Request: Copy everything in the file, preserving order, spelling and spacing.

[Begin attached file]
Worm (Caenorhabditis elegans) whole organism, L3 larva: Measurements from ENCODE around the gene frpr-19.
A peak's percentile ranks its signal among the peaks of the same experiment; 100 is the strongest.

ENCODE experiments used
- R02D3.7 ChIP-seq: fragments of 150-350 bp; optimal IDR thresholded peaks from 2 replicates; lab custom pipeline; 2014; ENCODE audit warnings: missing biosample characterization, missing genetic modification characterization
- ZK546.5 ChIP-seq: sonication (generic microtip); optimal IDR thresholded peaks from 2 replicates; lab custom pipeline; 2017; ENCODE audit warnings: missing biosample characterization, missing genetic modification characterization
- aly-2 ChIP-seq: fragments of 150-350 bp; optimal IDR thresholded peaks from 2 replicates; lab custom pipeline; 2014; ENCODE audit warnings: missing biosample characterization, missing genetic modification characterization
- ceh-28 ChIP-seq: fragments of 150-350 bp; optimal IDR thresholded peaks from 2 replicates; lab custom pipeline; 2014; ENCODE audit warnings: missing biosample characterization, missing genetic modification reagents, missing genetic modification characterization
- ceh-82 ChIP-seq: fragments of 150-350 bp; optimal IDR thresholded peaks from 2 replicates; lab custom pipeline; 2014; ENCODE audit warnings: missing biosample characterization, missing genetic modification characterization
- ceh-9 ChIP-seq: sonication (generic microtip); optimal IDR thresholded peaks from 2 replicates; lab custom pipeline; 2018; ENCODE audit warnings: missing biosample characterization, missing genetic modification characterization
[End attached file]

Worm (Caenorhabditis elegans) whole organism, L3 larva: Measurements from ENCODE around the gene frpr-19.
A peak's percentile ranks its signal among the peaks of the same experiment; 100 is the strongest.

ENCODE experiments used
- R02D3.7 ChIP-seq: fragments of 150-350 bp; optimal IDR thresholded peaks from 2 replicates; lab custom pipeline; 2014; ENCODE audit warnings: missing biosample characterization, missing genetic modification characterization
- ZK546.5 ChIP-seq: sonication (generic microtip); optimal IDR thresholded peaks from 2 replicates; lab custom pipeline; 2017; ENCODE audit warnings: missing biosample characterization, missing genetic modification characterization
- aly-2 ChIP-seq: fragments of 150-350 bp; optimal IDR thresholded peaks from 2 replicates; lab custom pipeline; 2014; ENCODE audit warnings: missing biosample characterization, missing genetic modification characterization
- ceh-28 ChIP-seq: fragments of 150-350 bp; optimal IDR thresholded peaks from 2 replicates; lab custom pipeline; 2014; ENCODE audit warnings: missing biosample characterization, missing genetic modification reagents, missing genetic modification characterization
- ceh-82 ChIP-seq: fragments of 150-350 bp; optimal IDR thresholded peaks from 2 replicates; lab custom pipeline; 2014; ENCODE audit warnings: missing biosample characterization, missing genetic modification characterization
- ceh-9 ChIP-seq: sonication (generic microtip); optimal IDR thresholded peaks from 2 replicates; lab custom pipeline; 2018; ENCODE audit warnings: missing biosample characterization, missing genetic modification characterization